White Sulfur Springs originally was a sacred meeting ground for the Apalachee and Timucuan tribes. Later it became known as “Florida’s Original Tourist Destination.” With beliefs that the sulfuric water had medicinal powers, the opposing tribes set aside their conflicts to drink and bathe in the mineral water without fear of attacks.

After Elizabeth Sheffield purchase the property in 1835 along the Suwanee River, she discovered the spring. Smelling of rotten eggs, Mr. Sheffield claimed that upon drinking it, his nerves were calmed, his kidney troubles appeased, and his rheumatism was cured.

With their discovery, Sheffield built a hotel and bathhouse marketing it as a “cure-all” health spa. Arriving via the Suwannee River Ferry, guests looked for treatments from rashes to cancer. In order to accommodate the visitors, by the late nineteenth century, the town had fourteen luxury hotels and numerous boarding houses. Famous visitors included Teddy Roosevelt and Henry Ford.

With their success, the Sheffield’s upgraded the simple wooden bathhouse to a four-story building with dressing rooms, examination and treatment rooms, and a concession stand in 1908. The bathing pool was 20 x 30 feet, cut from solid rock and was surrounded by circular balconies. In order to keep the cold waters of the river from mixing with the spring water, there was a large concrete gate.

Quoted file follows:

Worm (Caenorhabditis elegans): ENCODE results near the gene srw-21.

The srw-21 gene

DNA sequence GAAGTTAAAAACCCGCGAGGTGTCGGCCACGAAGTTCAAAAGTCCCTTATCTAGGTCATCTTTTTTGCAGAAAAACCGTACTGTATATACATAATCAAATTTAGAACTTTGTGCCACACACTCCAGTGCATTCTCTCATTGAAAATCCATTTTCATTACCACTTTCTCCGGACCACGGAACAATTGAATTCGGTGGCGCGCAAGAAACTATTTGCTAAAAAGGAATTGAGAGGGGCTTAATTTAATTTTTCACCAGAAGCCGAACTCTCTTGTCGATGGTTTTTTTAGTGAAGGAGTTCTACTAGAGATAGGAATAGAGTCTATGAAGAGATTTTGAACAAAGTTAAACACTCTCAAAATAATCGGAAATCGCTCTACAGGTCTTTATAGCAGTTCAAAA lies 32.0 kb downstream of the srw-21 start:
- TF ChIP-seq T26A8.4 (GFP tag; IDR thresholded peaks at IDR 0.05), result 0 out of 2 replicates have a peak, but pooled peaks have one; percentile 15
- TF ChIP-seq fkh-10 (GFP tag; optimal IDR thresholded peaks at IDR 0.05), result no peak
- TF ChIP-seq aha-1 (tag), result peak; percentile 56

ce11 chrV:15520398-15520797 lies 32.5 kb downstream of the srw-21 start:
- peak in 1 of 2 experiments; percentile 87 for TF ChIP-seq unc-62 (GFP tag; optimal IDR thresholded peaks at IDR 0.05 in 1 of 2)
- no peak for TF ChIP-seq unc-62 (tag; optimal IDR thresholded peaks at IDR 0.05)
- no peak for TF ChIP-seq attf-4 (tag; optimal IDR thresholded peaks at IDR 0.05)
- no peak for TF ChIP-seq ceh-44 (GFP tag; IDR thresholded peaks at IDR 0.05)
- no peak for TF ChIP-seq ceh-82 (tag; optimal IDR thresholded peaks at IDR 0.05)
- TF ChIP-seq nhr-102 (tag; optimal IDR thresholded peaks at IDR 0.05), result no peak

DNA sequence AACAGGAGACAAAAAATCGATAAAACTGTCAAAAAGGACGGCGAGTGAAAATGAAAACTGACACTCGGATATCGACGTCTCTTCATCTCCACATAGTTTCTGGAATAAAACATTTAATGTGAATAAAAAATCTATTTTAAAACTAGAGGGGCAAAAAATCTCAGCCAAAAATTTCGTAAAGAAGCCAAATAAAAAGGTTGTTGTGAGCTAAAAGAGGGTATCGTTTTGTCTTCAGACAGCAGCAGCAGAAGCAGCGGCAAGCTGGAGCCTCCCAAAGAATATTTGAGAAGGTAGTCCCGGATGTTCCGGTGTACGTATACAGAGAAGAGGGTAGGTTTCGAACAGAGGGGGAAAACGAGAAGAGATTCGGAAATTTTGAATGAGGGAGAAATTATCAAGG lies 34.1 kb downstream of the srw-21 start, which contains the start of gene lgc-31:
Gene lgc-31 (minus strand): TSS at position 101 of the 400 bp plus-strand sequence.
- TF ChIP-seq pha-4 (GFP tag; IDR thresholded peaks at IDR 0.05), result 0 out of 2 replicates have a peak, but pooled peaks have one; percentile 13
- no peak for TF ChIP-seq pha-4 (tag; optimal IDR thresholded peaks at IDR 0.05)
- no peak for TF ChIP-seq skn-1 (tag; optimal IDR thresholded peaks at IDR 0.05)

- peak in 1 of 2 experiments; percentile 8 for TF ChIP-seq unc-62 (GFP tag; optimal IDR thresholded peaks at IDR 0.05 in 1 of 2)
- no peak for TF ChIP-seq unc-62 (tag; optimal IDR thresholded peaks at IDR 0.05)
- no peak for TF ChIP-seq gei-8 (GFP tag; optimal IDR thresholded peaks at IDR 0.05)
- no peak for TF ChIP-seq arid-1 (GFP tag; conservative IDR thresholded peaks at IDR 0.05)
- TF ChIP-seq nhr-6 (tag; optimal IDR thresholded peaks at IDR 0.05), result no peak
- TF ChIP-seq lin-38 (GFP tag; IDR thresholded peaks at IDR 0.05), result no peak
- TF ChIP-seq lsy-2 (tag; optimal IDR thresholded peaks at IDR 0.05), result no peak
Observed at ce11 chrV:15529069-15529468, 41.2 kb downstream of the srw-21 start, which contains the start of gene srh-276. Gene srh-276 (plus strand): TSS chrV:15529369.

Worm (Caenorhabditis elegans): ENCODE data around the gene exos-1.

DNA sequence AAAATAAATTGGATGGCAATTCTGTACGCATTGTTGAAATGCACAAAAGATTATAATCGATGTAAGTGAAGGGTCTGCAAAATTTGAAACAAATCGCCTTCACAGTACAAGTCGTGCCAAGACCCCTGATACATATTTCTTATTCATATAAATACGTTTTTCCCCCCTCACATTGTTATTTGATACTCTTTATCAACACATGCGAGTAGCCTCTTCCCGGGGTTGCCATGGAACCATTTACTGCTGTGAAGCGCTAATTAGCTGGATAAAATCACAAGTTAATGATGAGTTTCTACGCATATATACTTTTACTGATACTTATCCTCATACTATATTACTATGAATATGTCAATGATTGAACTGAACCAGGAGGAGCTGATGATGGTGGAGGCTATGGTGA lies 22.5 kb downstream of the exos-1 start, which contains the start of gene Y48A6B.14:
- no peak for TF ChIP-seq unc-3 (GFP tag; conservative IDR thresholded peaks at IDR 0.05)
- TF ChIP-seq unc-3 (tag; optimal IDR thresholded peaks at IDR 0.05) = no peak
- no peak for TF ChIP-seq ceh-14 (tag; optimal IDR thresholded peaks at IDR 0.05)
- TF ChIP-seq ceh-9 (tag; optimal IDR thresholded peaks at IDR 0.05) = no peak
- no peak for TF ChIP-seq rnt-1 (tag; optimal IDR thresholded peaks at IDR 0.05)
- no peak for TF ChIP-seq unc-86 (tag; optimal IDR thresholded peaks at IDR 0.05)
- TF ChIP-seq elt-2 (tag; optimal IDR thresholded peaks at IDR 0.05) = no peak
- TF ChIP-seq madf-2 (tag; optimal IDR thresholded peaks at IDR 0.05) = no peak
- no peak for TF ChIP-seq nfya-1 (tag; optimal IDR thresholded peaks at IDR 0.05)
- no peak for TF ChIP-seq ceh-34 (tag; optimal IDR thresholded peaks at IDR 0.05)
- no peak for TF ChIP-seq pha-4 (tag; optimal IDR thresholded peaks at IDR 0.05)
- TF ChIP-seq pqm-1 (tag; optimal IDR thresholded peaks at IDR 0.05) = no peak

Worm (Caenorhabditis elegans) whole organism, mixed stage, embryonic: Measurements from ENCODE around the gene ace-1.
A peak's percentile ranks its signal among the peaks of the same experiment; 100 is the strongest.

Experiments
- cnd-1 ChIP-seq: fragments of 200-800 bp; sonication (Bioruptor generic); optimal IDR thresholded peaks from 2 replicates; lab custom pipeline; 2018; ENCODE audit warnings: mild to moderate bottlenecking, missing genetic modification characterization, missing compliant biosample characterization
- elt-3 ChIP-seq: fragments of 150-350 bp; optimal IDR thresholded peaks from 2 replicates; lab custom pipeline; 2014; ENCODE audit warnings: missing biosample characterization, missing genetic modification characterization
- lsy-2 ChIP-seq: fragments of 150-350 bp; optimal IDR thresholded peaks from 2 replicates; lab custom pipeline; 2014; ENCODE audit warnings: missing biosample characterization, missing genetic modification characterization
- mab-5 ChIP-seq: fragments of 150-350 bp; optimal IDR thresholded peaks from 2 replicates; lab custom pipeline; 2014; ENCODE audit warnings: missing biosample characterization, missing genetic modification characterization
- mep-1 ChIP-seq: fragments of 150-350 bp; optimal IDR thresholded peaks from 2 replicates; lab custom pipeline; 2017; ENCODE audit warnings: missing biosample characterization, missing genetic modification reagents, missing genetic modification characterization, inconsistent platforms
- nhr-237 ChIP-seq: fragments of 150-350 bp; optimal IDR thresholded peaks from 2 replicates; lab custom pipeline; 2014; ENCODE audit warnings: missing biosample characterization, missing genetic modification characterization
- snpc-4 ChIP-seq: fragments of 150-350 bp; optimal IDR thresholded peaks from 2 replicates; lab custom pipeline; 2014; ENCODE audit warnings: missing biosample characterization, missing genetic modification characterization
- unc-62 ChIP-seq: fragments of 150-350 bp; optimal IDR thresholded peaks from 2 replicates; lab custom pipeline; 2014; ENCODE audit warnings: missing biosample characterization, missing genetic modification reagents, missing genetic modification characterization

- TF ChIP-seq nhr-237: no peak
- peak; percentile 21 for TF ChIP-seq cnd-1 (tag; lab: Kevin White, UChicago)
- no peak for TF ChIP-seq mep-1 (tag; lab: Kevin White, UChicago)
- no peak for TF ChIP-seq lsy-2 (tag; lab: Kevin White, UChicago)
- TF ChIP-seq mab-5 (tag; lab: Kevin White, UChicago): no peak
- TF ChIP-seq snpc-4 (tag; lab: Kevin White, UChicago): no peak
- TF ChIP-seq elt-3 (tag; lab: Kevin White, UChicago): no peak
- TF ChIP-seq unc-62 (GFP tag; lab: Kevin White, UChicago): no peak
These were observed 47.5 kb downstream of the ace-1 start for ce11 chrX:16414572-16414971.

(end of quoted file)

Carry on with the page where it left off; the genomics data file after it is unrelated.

The popularity of the resort dwindled in the 1930s. In 1990 the spring, which once flowed at a rate of 47 million gallons a day, dried up. Even with occasional flooding from heavy rain, the sulfur waters are gone for good.

If you visit the area, you can view the old coquina bathhouse, still standing and a reminder of the good old days as Florida’s first tourist attraction. If the water level is low, you will be able to go into bathhouse ruins and look at the bathing pool.

Photo from the State Archives of Florida, Florida Memory

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